The Translations of Nebrija
Language, Culture, and Circulation in the Early Modern World
Published by: University of Massachusetts Press
Tracing the global influence of Nebrija's dictionary, Byron Ellsworth Hamann, in this interdisciplinary, deeply researched book, connects pagan Rome, Muslim Spain, Aztec Tenochtitlan, Elizabethan England, the Spanish Philippines, and beyond, revealing new connections in world history. The Translations of Nebrija re-creates the travels of people, books, and ideas throughout the early modern world and reveals the adaptability of Nebrija's text, tracing the ways heirs and pirate printers altered the dictionary in the decades after its first publication. It reveals how entries in various editions were expanded to accommodate new concepts, such as for indigenous languages in the Americas—a process with profound implications for understanding pre-Hispanic art, architecture, and writing. It shows how words written in the margins of surviving dictionaries from the Americas shed light on the writing and researching of dictionaries across the early modern world.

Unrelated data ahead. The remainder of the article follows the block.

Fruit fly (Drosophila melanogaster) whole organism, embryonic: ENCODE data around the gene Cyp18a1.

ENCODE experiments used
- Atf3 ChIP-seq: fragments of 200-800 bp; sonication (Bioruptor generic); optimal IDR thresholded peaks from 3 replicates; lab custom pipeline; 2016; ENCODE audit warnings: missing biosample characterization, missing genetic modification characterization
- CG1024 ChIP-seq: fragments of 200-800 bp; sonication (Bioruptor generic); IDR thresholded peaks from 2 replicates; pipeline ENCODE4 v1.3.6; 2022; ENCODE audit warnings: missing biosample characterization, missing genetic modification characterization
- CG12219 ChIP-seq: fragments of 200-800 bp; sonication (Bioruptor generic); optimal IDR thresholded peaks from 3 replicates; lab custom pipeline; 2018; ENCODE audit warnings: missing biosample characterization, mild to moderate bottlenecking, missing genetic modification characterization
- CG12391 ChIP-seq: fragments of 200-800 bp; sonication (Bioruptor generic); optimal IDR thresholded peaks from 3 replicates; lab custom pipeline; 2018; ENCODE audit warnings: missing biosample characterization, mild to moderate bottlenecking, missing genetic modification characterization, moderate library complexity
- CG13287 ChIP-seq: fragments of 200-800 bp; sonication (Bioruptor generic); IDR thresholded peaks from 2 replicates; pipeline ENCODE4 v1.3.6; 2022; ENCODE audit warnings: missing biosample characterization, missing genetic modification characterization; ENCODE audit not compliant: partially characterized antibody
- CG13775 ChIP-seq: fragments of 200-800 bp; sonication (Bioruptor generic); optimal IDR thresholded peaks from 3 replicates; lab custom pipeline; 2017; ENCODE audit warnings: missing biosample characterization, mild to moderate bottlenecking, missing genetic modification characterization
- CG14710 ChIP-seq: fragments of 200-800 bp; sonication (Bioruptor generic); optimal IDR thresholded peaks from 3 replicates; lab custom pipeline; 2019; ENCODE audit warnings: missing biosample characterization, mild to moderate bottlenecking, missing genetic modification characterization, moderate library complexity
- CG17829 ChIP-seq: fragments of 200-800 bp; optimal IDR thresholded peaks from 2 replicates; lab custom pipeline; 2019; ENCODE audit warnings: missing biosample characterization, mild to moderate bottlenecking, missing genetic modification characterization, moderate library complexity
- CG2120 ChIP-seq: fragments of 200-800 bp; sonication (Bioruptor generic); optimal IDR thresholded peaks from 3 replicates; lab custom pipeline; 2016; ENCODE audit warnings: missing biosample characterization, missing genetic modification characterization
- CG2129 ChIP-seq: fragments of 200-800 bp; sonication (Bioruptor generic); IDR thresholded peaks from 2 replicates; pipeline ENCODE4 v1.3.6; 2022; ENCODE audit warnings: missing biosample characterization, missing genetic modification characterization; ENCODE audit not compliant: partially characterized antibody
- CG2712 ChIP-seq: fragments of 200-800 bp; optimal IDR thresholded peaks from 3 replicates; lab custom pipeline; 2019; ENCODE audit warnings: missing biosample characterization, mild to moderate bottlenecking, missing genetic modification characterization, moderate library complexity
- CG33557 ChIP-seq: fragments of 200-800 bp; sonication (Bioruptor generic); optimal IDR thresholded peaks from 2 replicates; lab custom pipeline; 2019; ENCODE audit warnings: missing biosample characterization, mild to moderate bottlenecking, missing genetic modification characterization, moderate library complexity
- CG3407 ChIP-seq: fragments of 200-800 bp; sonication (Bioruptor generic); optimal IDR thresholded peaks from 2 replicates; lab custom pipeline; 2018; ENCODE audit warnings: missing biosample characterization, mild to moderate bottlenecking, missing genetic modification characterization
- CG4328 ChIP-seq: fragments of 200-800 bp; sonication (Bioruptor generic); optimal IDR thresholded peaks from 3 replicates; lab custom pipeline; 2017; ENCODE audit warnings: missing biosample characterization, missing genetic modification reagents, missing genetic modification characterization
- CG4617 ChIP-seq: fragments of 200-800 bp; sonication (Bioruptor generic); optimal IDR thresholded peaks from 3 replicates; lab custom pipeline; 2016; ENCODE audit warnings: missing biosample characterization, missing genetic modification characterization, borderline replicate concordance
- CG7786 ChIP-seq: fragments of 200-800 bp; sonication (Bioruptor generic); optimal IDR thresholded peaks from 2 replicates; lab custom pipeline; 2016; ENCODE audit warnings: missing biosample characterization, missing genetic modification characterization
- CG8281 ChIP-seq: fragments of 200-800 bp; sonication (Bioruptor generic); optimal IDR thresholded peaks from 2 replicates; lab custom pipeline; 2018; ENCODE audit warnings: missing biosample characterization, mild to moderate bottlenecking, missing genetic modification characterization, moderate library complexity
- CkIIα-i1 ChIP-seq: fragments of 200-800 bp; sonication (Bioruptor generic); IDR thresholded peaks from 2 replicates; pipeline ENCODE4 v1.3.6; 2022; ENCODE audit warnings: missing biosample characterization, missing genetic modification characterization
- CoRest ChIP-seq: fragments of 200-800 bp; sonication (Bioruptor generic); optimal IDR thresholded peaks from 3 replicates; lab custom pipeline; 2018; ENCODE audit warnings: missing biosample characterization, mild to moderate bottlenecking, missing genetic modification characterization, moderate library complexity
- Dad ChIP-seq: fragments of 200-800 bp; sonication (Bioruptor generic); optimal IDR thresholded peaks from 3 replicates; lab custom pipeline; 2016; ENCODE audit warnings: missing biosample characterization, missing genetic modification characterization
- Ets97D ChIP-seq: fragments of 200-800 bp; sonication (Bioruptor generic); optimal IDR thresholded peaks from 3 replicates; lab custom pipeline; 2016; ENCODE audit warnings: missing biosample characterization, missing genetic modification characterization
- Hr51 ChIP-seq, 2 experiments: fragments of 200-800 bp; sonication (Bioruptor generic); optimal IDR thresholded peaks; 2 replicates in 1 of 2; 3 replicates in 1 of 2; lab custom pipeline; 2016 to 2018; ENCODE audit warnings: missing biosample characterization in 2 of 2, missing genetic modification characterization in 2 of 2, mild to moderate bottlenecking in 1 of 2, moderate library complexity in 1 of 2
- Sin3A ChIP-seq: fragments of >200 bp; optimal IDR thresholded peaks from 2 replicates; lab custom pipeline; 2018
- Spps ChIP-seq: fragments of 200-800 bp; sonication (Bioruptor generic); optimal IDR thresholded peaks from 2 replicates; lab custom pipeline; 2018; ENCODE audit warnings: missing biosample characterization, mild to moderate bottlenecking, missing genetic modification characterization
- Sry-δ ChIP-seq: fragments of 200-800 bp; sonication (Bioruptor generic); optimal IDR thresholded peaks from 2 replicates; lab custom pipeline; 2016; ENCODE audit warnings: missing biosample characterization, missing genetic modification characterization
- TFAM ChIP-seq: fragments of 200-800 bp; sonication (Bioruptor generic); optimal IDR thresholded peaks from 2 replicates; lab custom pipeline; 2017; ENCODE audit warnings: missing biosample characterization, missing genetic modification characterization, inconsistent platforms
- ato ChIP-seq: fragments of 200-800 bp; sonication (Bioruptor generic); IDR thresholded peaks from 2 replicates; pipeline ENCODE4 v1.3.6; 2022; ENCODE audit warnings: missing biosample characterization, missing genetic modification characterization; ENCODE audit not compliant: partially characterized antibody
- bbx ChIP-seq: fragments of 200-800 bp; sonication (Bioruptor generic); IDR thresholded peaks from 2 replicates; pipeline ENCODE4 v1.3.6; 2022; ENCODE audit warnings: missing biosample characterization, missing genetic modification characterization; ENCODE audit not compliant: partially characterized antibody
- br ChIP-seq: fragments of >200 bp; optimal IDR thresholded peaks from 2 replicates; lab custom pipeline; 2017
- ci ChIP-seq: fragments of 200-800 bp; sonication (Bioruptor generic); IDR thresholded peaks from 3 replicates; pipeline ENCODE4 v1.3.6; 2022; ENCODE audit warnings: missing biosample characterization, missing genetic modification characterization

Exploring words and the dictionaries that made sense of them, this book charts new global connections and challenges many assumptions about the early modern world.
"This is a spectacularly imaginative book. Rarely does one find sweeping cultural ideas, ideas of global significance, warranted by bibliography so specific; rarely is such sophisticated book history written so clearly and enthusiastically."—Michael Adams, author of Slang: The People's Poetry
"Art historian Hamann presents a fascinating work tracing the origin and impacts of a Castilian Spanish dictionary by Antonio de Nebrija, first published in 1495 and a model for other bilingual and trilingual dictionaries in both hemispheres. . . . Issued in the publisher's "Studies in Print Culture and the History of the Book" series, this work is a highly readable treatise on intercultural translation. Highly recommended."—Choice
"Hamann has written an innovative and provocative book that deserves attention. . . . The Translations of Nebrija showcases his wide-ranging interests and training in anthropology, indigenous languages, history, and art history and makes me excited about his future, pathbreaking scholarship."—Hispanic American Historical Review